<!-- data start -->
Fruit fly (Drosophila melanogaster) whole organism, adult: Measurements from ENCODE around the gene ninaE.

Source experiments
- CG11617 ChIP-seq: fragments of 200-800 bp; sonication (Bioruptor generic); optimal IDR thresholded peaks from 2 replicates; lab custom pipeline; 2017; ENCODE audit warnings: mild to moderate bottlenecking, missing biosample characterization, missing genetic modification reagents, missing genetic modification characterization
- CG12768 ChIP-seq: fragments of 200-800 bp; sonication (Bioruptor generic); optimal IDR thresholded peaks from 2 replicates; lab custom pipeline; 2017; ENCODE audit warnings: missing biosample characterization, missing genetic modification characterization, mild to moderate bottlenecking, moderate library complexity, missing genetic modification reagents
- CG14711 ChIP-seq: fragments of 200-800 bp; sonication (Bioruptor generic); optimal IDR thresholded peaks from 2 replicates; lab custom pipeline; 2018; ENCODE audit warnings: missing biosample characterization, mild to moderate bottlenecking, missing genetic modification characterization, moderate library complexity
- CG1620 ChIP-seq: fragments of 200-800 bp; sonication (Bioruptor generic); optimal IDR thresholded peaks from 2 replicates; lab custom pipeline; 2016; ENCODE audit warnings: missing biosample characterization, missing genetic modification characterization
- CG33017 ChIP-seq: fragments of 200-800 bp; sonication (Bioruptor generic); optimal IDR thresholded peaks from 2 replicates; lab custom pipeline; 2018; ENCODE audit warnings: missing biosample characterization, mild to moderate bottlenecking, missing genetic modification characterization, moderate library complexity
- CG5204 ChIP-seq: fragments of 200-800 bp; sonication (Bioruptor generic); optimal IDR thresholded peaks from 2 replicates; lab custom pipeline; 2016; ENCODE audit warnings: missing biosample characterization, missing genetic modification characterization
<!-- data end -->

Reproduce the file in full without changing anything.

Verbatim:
Fruit fly (Drosophila melanogaster) whole organism, adult: Measurements from ENCODE around the gene ninaE.

Source experiments
- CG11617 ChIP-seq: fragments of 200-800 bp; sonication (Bioruptor generic); optimal IDR thresholded peaks from 2 replicates; lab custom pipeline; 2017; ENCODE audit warnings: mild to moderate bottlenecking, missing biosample characterization, missing genetic modification reagents, missing genetic modification characterization
- CG12768 ChIP-seq: fragments of 200-800 bp; sonication (Bioruptor generic); optimal IDR thresholded peaks from 2 replicates; lab custom pipeline; 2017; ENCODE audit warnings: missing biosample characterization, missing genetic modification characterization, mild to moderate bottlenecking, moderate library complexity, missing genetic modification reagents
- CG14711 ChIP-seq: fragments of 200-800 bp; sonication (Bioruptor generic); optimal IDR thresholded peaks from 2 replicates; lab custom pipeline; 2018; ENCODE audit warnings: missing biosample characterization, mild to moderate bottlenecking, missing genetic modification characterization, moderate library complexity
- CG1620 ChIP-seq: fragments of 200-800 bp; sonication (Bioruptor generic); optimal IDR thresholded peaks from 2 replicates; lab custom pipeline; 2016; ENCODE audit warnings: missing biosample characterization, missing genetic modification characterization
- CG33017 ChIP-seq: fragments of 200-800 bp; sonication (Bioruptor generic); optimal IDR thresholded peaks from 2 replicates; lab custom pipeline; 2018; ENCODE audit warnings: missing biosample characterization, mild to moderate bottlenecking, missing genetic modification characterization, moderate library complexity
- CG5204 ChIP-seq: fragments of 200-800 bp; sonication (Bioruptor generic); optimal IDR thresholded peaks from 2 replicates; lab custom pipeline; 2016; ENCODE audit warnings: missing biosample characterization, missing genetic modification characterization